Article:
I hope this helps.

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Re: QFT: Paulo Sousa on Swimming [DarkSpeedWorks] [ In reply to ]
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I just can't decide... should I follow the advice of Olympic coaches or... Mr DarkSpeedWorks, an anonymous poster on the Internet... I'm confused!!!
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Re: QFT: Paulo Sousa on Swimming [The Authority] [ In reply to ]
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The Authority wrote:
I just can't decide... should I follow the advice of Olympic coaches or... Mr DarkSpeedWorks, an anonymous poster on the Internet... I'm confused!!!


It's easy.

Don't follow advice.

Listen. Think. Use your own head.



PS. We're not so anonymous. Contact info is right on the website.
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Last edited by: DarkSpeedWorks: Jan 8, 12 11:09
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Re: QFT: Paulo Sousa on Swimming [The Authority] [ In reply to ]
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The Authority wrote:
an anonymous poster on the Internet
Look in the mirror much?


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Re: QFT: Paulo Sousa on Swimming [DarkSpeedWorks] [ In reply to ]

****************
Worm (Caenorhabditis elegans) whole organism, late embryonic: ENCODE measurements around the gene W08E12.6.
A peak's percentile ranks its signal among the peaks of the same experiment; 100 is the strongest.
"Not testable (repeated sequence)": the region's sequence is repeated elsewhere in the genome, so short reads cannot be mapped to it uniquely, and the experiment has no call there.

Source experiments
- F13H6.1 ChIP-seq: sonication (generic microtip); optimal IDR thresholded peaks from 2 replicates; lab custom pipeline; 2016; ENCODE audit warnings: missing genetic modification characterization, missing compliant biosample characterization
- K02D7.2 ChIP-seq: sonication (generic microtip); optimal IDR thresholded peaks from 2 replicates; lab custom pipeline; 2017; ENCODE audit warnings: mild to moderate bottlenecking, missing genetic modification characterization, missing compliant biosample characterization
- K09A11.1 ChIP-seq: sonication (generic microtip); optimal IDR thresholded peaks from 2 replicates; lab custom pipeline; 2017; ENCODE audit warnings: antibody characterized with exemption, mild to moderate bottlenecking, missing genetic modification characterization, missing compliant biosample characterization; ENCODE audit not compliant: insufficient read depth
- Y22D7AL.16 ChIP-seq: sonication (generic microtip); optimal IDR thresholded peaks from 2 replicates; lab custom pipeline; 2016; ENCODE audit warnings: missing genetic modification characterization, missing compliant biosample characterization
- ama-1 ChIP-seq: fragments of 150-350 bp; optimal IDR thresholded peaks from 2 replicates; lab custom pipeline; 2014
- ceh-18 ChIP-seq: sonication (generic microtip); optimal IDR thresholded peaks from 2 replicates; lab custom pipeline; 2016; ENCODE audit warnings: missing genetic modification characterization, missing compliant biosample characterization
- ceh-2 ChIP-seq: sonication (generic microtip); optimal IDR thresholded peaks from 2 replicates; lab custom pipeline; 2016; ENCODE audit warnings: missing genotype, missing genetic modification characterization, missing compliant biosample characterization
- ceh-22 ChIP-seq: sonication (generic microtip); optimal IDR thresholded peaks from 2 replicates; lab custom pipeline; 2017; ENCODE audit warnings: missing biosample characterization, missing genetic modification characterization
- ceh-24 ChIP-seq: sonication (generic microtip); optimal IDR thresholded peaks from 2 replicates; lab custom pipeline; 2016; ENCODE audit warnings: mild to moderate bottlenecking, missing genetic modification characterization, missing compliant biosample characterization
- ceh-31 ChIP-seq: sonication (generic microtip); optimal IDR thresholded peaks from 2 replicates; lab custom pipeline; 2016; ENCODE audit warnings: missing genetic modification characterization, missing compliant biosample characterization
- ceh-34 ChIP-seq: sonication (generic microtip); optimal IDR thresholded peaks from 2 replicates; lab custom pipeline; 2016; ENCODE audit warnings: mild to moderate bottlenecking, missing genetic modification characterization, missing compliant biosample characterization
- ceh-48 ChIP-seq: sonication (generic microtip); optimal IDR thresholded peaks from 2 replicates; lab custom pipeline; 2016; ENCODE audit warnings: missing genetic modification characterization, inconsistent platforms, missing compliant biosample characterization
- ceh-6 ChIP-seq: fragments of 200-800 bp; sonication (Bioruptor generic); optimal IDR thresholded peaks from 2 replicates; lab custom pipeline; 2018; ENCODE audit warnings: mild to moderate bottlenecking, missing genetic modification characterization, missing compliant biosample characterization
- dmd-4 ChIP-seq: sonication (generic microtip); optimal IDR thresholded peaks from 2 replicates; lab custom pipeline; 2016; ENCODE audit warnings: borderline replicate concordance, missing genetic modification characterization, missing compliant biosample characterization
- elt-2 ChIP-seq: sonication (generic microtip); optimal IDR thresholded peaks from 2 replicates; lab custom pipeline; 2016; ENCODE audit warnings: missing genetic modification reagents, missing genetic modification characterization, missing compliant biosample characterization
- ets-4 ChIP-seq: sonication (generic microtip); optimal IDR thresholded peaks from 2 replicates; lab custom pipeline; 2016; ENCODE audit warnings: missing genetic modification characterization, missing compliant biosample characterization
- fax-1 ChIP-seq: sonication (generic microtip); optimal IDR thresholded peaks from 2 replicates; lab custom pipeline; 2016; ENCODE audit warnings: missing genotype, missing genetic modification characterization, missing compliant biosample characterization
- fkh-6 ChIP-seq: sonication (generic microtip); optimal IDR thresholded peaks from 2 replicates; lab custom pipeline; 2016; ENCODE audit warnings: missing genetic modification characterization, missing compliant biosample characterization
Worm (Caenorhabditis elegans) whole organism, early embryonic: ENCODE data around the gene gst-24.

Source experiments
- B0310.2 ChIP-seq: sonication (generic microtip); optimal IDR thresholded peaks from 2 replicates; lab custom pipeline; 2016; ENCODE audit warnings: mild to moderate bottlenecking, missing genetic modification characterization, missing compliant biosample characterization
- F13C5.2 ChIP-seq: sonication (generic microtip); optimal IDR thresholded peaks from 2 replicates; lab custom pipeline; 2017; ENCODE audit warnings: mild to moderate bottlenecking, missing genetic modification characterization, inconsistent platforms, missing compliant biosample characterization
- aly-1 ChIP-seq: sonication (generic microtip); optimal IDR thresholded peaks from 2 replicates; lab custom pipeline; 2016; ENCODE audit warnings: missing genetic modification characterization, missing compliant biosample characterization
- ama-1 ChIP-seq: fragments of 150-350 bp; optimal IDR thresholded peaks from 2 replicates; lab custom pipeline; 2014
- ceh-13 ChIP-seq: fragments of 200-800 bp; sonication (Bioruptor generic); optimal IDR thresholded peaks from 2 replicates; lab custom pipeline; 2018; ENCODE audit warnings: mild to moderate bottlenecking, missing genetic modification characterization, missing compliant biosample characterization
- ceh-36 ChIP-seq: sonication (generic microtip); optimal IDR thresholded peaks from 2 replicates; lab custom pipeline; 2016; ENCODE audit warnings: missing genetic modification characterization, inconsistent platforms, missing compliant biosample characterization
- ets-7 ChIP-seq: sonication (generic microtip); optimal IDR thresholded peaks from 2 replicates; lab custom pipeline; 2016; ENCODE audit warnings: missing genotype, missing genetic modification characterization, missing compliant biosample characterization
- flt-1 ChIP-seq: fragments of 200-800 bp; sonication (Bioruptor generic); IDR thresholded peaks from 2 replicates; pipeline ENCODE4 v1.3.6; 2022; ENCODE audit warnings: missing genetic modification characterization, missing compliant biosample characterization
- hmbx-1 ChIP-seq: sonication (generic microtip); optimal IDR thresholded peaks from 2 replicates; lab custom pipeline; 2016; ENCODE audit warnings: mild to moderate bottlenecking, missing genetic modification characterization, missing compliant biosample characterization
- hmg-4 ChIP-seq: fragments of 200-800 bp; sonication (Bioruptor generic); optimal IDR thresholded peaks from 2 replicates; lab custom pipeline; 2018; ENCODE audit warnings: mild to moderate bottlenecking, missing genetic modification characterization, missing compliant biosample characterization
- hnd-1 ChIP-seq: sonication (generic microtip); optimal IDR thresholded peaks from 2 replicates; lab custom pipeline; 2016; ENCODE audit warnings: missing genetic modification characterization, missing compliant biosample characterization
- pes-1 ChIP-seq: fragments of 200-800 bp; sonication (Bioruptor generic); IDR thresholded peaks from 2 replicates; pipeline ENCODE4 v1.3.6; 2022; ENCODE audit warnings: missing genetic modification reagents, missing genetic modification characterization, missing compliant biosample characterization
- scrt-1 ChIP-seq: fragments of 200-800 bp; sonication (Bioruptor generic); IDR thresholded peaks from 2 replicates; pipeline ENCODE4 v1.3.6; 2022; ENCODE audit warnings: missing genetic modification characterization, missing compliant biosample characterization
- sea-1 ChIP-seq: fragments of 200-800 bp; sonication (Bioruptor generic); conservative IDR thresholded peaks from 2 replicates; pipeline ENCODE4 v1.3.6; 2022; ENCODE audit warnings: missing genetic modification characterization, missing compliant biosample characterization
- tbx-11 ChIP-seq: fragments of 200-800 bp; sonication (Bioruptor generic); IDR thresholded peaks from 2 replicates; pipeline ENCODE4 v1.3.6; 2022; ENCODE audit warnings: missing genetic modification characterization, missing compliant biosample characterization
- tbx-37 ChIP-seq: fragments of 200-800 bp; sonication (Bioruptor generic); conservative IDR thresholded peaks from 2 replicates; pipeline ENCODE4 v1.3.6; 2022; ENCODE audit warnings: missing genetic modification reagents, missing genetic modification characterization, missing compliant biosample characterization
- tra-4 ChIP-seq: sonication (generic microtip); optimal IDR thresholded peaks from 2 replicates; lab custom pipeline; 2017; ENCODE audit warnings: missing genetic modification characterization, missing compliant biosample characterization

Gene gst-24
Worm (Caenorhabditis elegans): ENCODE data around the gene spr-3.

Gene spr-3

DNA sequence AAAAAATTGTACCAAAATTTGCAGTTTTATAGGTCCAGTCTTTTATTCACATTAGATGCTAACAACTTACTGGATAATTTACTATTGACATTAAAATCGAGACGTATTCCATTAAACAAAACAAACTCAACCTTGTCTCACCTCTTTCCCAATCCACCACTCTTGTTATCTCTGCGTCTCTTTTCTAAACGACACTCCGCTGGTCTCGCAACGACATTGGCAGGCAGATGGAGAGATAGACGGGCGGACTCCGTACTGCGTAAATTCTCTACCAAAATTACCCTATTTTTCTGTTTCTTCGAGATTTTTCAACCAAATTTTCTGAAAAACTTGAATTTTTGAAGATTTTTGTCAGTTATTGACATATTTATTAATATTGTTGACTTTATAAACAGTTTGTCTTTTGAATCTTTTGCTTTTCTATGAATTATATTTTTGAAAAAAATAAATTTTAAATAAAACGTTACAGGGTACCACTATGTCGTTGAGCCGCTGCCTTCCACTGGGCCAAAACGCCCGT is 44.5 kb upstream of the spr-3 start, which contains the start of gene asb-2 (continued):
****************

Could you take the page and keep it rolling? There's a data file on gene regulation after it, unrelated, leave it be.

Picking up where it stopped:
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Above water, is that right? I agree it has some place in it, but it shouldn't be the focus. 9 out of 10 triathletes would be better served watching Janet Evans and Brooke Bennett (spelling?) than any of the elite men regardless of how tall they are or how long their arms are. If you watch some of the swimmers that Brett talked about in his article, then above the water they are an absolute train wreck. Absolute train wreck. It's not what's above the water that matters, it's what's below the water. And, the thing that a lot of ppl on this thread have not seemed to grasp is that Joel, Brett, Darren, and Paulo are talking about getting athletes to be better triathletes or open water swimmers. Being a better or great pool swimmer does not 'always' translate to being a better open water swimmer. Sometimes yes, but not always.


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Re: QFT: Paulo Sousa on Swimming [DarkSpeedWorks] [ In reply to ]
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But there are big and important exceptions. Just riding more with a very bad bike fit won't get you as far as riding more after getting your bike fit right. And even more so, just swimming more while utilizing very inefficient movement and technique will just reinforce your inefficient motor programs. You won't get that much faster, but you will move a lot of water around. But swimming more after and while you get substantial swim technique corrections can get you big gains in speed and efficiency. I know, I've seen it many times.

And, fyi, swimming technique does not just equal doing some kind of drills. No, it is getting exact feedback from a smart coach to correct exactly what
you are doing wrong.